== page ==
An unpublished opinion of the North Carolina Court of Appeals does not constitute controlling legal authority. Citation is disfavored, but may be permitted in accordance with the provisions of Rule 30(e)(3) of the North Carolina Rules of Appellate Proced ure.

NO. COA99-1618-2


Filed: 20 May 2003


v .                         Buncombe County
                                    Nos. 96-CRS-67276, -67278,

    Appeal by defendant from judgments entered 16 March 1999 by Judge James U. Downs in Buncombe County Superior Court. Heard in the Court of Appeals 8 January 2001, was remanded to the Superior Court of Buncombe County on 6 February 2001 for limited purposes, was considered by Judge Ron Payne of the Buncombe County Superior Court on 30 October 2002, and upon motion on 20 November 2002 was referred to a panel of this Court for additional consideration on 2 January 2003.

    Attorney General Roy Cooper, by Assistant Attorney General William B. Crumpler, for the State.

    Kyle W. King, for defendant-appellant.

    CALABRIA, Judge.

    This is the second appeal in this case by Jacques Jeudi (“defendant”). The complete facts of the case are set forth in this Court's first unpublished opinion, State v. Jeudi, No. 99- 1618, filed 6 February 2001.
    In the prior appeal, defendant asserted, inter alia, the trial court committed reversible error by denying defendant's motion to suppress evidence seized in the search of another's residence. This Court remanded the case to the trial court for entry of an order containing findings of fact and conclusions of law regarding defendant's standing to attack the legality of the search. On 30 October 2002, the trial court entered the order, and concluded as a matter of law that “[d]efendant had a reasonable expectation of privacy and that he did have the standing to contest the validity of the search executed on November 19, 1996.” In light of the uncontested determination that defendant possessed standing, defendant filed a motion with this Court for consideration of his assignment of error that the trial court erred in denying his motion to suppress. Defendant based his appeal on the assertion that the allegations in the affidavit were insufficient to establish probable cause.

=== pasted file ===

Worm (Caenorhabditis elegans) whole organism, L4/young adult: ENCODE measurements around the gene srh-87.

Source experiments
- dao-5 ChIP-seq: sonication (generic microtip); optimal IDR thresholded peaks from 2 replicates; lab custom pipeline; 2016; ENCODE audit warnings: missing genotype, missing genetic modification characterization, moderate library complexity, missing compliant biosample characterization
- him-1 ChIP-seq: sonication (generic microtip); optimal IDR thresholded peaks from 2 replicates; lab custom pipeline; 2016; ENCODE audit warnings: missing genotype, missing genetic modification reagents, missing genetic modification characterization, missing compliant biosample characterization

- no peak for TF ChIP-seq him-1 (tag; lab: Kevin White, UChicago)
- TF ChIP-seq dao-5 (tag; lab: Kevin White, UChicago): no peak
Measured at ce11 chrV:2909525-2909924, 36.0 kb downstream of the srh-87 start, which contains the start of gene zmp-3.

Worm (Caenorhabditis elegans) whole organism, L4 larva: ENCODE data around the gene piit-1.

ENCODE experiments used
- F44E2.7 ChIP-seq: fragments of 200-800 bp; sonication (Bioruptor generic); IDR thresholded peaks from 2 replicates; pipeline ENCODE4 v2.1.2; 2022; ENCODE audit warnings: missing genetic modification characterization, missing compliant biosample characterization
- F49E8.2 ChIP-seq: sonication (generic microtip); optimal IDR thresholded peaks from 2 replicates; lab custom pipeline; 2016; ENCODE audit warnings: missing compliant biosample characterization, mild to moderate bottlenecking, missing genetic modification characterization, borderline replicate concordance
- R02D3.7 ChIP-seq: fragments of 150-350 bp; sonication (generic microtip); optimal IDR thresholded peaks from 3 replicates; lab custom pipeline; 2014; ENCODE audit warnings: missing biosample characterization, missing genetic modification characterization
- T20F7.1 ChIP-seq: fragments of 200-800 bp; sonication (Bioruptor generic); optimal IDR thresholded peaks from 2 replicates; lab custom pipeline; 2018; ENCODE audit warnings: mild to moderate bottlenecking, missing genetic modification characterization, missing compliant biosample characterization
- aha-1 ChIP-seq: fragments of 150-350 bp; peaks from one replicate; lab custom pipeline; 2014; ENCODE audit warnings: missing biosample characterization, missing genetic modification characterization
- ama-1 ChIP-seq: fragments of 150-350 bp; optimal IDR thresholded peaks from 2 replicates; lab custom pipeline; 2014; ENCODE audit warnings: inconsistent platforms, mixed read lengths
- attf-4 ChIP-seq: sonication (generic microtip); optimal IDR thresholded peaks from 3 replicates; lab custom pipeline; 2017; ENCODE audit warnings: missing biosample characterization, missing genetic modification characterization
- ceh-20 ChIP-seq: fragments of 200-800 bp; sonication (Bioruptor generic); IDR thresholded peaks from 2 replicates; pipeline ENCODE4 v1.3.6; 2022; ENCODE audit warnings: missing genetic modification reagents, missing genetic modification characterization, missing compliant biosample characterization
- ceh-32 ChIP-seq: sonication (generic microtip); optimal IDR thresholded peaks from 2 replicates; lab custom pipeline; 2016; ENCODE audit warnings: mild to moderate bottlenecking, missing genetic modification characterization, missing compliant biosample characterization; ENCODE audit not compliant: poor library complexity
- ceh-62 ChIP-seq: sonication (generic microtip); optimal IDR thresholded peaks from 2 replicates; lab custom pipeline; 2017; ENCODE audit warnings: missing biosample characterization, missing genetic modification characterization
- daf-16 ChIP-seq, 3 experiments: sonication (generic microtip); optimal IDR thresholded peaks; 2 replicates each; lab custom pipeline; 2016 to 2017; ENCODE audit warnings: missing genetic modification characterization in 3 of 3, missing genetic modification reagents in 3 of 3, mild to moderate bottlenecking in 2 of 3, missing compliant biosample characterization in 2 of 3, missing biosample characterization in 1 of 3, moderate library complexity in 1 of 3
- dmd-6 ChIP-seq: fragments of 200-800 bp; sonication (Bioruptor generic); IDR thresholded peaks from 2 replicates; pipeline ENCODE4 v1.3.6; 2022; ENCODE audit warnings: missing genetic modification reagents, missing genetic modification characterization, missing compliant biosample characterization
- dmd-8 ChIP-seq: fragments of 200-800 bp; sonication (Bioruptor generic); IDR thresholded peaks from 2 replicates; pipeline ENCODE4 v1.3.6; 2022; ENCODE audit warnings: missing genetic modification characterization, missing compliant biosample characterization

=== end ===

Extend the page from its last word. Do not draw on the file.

In testing the sufficiency of an affidavit, North Carolina applies the test formulated by the United States Supreme Court in Illinois v. Gates, 462 U.S. 213, 238, 76 L. Ed. 2d 527, 548 (1983). State v. Hughes, 353 N.C. 200, 203, 539 S.E.2d 625, 628 (2000).
        The task of the issuing magistrate is simply to make a practical, common-sense decision whether, given all the circumstances set forth in the affidavit before him, including the 'veracity' and 'basis of knowledge' of persons supplying hearsay information, there is a fair probability that contraband or evidence of a crime will be found in a particular place.

Gates, 462 U.S. at 238, 76 L. Ed. 2d at 548. However, whenever “the affidavit is based on hearsay information, then it must contain the circumstances underlying the informer's reliability and the basis for the informer's belief that a search will uncover theobjects sought by the police.” State v. Crawford, 104 N.C. App. 591, 596, 410 S.E.2d 499, 501 (1991).